More About Futures Trading
Futures Trading is the Oldest Form of Trading
The concept of futures trading is as timeless as the marketplace itself.
As long as people have been selling such tangible assets as oil, wheat or gold, there have been hedgers who want to protect against the possibility of a future price change and speculators who hope to profit if the hedgers are wrong.
A producer of wheat, oil or another commodity, rather than simply bringing his product to market and taking his chances with willing buyers on delivery day, can hedge by agreeing today to sell his product at a specified price on that future date.
Futures speculators buy up the risk that is offloaded by the hedgers; they make a profit if the price moves in a direction different than the hedger anticipates, and in addition they now own a fungible commodity they can sell at any time until the delivery date to take advantage of market change over time.
The symbiotic relationship of buyer and seller ensures the liquidity of the marketplace and that capital flows smoothly while providing a “discoverable” price for any commodity at any given point in time.
How Futures Trading Has Evolved Through the Centuries:
In its original, ancient form futures trading involved a literal exchange of the underlying asset.
The buyer did intend to take possession of the contracted cattle, wheat, oil or other commodity on the contract date.
But this evolved into the trading of contracts as an asset class of its own for investors who had no interest in the actual product other than its potential for speculative profits.
Contracts were exchanged using the “open outcry” method in public trading pits.
Today, most futures trading is electronic.
A wide variety of indexes — representing everything from basic commodities to the S&P 500 — can be traded online 24 hours a day and 5 days a week, using strategies that take full advantage of the skills taught at Online Trading Academy.
Achieving Dramatic Results in Futures Trading Through High Amounts of Leverage:
The majority of futures traders maintain a margin account with their brokers, which allows them to magnify their results through leverage.
Unlike stock trading in which the margin account is an actual loan, in futures trading the margin is the equivalent of a "handshake" or good faith agreement.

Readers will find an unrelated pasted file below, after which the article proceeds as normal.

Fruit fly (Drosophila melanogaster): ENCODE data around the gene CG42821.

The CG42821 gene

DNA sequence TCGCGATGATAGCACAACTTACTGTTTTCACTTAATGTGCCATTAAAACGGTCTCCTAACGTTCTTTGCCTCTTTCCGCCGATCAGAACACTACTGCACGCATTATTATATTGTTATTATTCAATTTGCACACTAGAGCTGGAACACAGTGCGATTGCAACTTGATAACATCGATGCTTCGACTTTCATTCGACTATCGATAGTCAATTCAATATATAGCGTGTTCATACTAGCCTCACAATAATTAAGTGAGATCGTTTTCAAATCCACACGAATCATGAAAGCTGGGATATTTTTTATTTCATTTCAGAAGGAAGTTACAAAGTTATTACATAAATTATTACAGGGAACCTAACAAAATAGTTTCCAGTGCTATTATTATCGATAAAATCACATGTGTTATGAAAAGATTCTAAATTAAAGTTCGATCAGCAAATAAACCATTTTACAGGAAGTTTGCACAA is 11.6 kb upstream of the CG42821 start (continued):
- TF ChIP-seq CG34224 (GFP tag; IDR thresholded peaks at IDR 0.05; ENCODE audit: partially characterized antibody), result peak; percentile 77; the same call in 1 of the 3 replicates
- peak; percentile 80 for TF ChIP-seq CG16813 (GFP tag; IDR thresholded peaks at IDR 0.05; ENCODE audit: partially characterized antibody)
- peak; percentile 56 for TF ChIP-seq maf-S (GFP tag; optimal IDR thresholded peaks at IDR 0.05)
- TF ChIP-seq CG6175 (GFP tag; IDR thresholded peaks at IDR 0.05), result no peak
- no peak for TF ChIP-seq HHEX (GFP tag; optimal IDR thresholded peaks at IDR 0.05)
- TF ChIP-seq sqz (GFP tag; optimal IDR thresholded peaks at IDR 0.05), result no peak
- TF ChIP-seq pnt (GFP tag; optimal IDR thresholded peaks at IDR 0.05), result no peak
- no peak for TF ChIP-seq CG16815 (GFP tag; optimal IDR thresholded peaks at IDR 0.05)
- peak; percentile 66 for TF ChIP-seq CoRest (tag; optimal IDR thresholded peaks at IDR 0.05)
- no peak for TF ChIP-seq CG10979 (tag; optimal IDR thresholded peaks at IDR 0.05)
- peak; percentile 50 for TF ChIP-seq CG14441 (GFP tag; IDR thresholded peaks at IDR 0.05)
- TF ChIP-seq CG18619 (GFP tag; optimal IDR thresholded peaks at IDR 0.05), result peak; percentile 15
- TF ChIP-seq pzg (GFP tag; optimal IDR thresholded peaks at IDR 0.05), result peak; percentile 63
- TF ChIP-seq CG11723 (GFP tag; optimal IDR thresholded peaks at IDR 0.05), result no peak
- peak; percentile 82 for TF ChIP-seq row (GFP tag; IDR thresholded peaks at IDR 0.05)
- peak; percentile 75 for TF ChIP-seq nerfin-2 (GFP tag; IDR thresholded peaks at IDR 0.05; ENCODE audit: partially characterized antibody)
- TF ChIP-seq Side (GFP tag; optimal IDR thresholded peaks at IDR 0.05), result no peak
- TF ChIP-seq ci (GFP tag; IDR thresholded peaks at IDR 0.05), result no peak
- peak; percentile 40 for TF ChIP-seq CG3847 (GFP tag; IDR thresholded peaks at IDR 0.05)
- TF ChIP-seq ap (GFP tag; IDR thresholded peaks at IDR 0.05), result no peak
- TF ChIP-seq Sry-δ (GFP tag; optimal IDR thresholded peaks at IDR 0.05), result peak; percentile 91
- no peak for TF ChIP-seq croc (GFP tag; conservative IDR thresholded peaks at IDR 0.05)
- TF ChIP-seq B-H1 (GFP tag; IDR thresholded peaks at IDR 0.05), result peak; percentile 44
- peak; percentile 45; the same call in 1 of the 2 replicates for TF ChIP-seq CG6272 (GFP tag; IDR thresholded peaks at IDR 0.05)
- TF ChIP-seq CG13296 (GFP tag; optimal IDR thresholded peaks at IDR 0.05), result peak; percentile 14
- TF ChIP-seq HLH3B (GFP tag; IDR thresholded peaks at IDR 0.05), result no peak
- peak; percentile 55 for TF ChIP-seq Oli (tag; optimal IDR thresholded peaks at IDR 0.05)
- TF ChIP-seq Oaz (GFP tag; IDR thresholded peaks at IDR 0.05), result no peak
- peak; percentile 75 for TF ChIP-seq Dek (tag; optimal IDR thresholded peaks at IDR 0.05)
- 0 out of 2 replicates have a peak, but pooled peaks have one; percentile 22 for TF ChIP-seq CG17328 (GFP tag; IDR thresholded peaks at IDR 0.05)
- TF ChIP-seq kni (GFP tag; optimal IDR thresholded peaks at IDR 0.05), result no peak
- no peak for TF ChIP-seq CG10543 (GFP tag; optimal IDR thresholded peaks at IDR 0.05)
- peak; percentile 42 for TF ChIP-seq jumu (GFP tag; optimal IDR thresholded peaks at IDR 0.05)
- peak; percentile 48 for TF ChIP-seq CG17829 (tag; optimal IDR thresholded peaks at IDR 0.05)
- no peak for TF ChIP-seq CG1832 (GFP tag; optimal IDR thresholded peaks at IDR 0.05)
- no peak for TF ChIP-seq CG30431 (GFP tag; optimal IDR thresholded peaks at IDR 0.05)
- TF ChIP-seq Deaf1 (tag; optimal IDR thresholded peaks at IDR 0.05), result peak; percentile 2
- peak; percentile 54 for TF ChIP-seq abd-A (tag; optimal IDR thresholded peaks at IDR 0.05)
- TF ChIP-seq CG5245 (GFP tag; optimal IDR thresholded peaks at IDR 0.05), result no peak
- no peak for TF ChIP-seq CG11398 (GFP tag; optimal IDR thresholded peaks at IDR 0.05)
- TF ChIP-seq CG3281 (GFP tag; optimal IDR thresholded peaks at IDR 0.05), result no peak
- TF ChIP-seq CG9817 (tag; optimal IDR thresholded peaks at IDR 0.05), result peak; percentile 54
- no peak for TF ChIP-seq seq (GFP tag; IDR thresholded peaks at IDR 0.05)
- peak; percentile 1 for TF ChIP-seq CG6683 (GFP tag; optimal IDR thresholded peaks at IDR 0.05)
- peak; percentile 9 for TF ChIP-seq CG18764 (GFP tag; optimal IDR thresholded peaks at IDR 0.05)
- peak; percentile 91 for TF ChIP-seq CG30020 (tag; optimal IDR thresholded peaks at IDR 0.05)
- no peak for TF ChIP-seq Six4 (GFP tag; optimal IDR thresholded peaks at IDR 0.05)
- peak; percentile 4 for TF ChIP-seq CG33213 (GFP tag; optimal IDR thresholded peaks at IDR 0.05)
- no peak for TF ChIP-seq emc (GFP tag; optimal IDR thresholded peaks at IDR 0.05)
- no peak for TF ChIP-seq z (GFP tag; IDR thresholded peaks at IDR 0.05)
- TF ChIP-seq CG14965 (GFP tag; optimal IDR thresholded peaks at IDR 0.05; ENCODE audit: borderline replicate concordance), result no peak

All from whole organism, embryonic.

In order to open a futures position the trader has to have on deposit with his broker an initial margin amount that is set by the exchanges.
This amount is typically 5-13% of the futures contract face value.
Think of this initial margin as a down payment when you purchase a house. You put down 20% to control the full market value of your home.
While holding these futures positions you must keep your account balance at a level that meets the maintenance margin amount.
These maintenance margin amounts are usually about 25% of the initial margin.
If your position goes against you causing your account balance to fall below these levels, you will receive a margin call to replenish the account value back to the initial margin or else the brokerage will liquidate your position at the market if you do not comply.
The futures trader now has the equivalent of approximately 10:1 leverage or higher, for each transaction.
The smaller the margin is in relation to the underlying market value of the contract, the greater the leverage.
Let’s look at a historical example of this leverage at work. On August 18, 2009 the S&P E-mini was trading at 980.00.
To compute the market value you would have taken the dollar value per point ($50 per E-mini point) and multiplied it by the last price.
980.00 X $50 = $49,000. The initial margin set by the Chicago Mercantile Exchange (as of 8/18/2009) was $5,625. That is about 9:1 leverage.
For $5,625 you could control a Futures contract worth $49,000!
Getting Started With Futures Trading at Online Trading Academy:
Our courses are designed to give traders a thorough understanding of the underlying assets along with the fundamental and technical tools available to improve the probability of predicting price movement.
Students then learn to apply this knowledge through electronic trading using a state-of-the-art platform which includes a demonstration of live trading in the classroom!
If you like the idea of leveraged trading which allows you to speculate on the value of an asset not only today, but at a given date in the future, then futures trading may be for you!